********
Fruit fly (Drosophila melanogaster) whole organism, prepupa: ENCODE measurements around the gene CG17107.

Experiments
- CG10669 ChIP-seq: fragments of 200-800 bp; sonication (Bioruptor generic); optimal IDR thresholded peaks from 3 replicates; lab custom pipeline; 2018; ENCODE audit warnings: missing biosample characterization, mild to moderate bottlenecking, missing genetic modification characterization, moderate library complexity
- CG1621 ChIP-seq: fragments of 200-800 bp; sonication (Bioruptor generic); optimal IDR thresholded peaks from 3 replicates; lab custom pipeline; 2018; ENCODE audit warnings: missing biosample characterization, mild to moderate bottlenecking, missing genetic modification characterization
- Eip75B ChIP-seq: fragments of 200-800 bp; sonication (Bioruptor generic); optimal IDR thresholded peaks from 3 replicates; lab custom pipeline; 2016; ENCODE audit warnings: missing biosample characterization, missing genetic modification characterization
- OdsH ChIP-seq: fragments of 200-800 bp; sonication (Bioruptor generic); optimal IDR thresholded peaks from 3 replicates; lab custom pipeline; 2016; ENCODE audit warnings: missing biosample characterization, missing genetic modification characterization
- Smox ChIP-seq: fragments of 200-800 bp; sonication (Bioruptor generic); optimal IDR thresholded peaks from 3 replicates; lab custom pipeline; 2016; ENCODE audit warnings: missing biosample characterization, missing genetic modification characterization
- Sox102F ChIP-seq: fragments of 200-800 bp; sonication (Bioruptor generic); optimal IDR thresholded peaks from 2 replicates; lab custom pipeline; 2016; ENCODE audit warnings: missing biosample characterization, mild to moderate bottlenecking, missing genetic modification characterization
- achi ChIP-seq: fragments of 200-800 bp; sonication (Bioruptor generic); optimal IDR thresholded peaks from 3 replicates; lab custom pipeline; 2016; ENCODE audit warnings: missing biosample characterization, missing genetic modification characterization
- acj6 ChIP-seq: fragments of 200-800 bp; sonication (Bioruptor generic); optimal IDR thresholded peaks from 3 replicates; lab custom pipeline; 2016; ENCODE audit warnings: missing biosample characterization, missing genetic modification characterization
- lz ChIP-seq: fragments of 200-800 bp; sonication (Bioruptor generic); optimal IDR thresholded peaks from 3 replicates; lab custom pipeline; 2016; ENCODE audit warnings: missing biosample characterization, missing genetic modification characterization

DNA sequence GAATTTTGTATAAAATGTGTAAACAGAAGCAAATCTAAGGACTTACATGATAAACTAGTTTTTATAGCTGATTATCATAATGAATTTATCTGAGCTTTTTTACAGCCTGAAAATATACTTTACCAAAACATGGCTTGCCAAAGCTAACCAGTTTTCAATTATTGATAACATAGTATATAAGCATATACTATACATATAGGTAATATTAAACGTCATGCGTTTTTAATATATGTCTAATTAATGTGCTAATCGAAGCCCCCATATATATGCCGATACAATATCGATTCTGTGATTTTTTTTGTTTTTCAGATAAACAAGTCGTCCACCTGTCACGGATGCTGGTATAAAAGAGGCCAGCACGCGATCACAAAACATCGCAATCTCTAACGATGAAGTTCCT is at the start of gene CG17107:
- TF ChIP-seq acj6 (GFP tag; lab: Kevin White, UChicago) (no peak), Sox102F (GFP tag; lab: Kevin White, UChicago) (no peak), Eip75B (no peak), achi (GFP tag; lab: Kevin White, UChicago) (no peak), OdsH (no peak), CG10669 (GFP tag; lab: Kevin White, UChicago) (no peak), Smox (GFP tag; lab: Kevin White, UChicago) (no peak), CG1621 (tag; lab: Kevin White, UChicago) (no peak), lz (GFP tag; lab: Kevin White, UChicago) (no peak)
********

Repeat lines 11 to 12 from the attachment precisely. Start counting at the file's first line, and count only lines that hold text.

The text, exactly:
- lz ChIP-seq: fragments of 200-800 bp; sonication (Bioruptor generic); optimal IDR thresholded peaks from 3 replicates; lab custom pipeline; 2016; ENCODE audit warnings: missing biosample characterization, missing genetic modification characterization

DNA sequence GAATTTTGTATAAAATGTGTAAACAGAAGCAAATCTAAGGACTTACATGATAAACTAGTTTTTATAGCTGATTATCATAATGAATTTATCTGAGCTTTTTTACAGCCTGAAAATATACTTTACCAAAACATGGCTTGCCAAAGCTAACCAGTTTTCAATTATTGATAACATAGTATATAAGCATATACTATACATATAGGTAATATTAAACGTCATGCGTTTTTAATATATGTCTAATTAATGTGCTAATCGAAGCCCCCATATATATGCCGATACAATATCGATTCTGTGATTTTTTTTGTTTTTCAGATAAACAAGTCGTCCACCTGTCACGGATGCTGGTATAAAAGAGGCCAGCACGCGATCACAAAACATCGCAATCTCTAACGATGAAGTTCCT is at the start of gene CG17107: